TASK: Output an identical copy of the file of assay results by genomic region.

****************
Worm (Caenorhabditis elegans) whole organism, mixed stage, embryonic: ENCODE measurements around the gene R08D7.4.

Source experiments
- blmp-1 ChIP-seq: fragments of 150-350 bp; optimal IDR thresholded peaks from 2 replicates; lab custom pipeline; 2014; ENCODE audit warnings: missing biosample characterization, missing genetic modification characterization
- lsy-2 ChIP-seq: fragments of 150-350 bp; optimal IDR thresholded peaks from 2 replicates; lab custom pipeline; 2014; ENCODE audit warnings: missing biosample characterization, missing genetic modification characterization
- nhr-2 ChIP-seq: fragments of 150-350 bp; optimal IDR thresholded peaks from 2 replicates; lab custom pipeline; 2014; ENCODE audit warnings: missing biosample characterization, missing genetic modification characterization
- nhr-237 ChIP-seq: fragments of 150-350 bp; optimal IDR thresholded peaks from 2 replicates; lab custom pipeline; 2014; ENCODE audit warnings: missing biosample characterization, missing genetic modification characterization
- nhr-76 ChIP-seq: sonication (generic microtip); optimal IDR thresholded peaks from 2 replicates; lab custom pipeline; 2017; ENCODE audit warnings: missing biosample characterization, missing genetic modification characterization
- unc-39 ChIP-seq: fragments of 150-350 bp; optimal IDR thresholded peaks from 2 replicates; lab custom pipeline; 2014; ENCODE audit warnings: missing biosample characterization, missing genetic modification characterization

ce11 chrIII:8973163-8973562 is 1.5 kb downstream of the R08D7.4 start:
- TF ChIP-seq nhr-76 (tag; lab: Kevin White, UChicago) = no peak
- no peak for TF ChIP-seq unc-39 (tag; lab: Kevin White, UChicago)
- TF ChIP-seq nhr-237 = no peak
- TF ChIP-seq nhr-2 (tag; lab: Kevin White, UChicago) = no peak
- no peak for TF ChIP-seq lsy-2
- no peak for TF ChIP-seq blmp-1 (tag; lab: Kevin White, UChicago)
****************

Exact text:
Worm (Caenorhabditis elegans) whole organism, mixed stage, embryonic: ENCODE measurements around the gene R08D7.4.

Source experiments
- blmp-1 ChIP-seq: fragments of 150-350 bp; optimal IDR thresholded peaks from 2 replicates; lab custom pipeline; 2014; ENCODE audit warnings: missing biosample characterization, missing genetic modification characterization
- lsy-2 ChIP-seq: fragments of 150-350 bp; optimal IDR thresholded peaks from 2 replicates; lab custom pipeline; 2014; ENCODE audit warnings: missing biosample characterization, missing genetic modification characterization
- nhr-2 ChIP-seq: fragments of 150-350 bp; optimal IDR thresholded peaks from 2 replicates; lab custom pipeline; 2014; ENCODE audit warnings: missing biosample characterization, missing genetic modification characterization
- nhr-237 ChIP-seq: fragments of 150-350 bp; optimal IDR thresholded peaks from 2 replicates; lab custom pipeline; 2014; ENCODE audit warnings: missing biosample characterization, missing genetic modification characterization
- nhr-76 ChIP-seq: sonication (generic microtip); optimal IDR thresholded peaks from 2 replicates; lab custom pipeline; 2017; ENCODE audit warnings: missing biosample characterization, missing genetic modification characterization
- unc-39 ChIP-seq: fragments of 150-350 bp; optimal IDR thresholded peaks from 2 replicates; lab custom pipeline; 2014; ENCODE audit warnings: missing biosample characterization, missing genetic modification characterization

ce11 chrIII:8973163-8973562 is 1.5 kb downstream of the R08D7.4 start:
- TF ChIP-seq nhr-76 (tag; lab: Kevin White, UChicago) = no peak
- no peak for TF ChIP-seq unc-39 (tag; lab: Kevin White, UChicago)
- TF ChIP-seq nhr-237 = no peak
- TF ChIP-seq nhr-2 (tag; lab: Kevin White, UChicago) = no peak
- no peak for TF ChIP-seq lsy-2
- no peak for TF ChIP-seq blmp-1 (tag; lab: Kevin White, UChicago)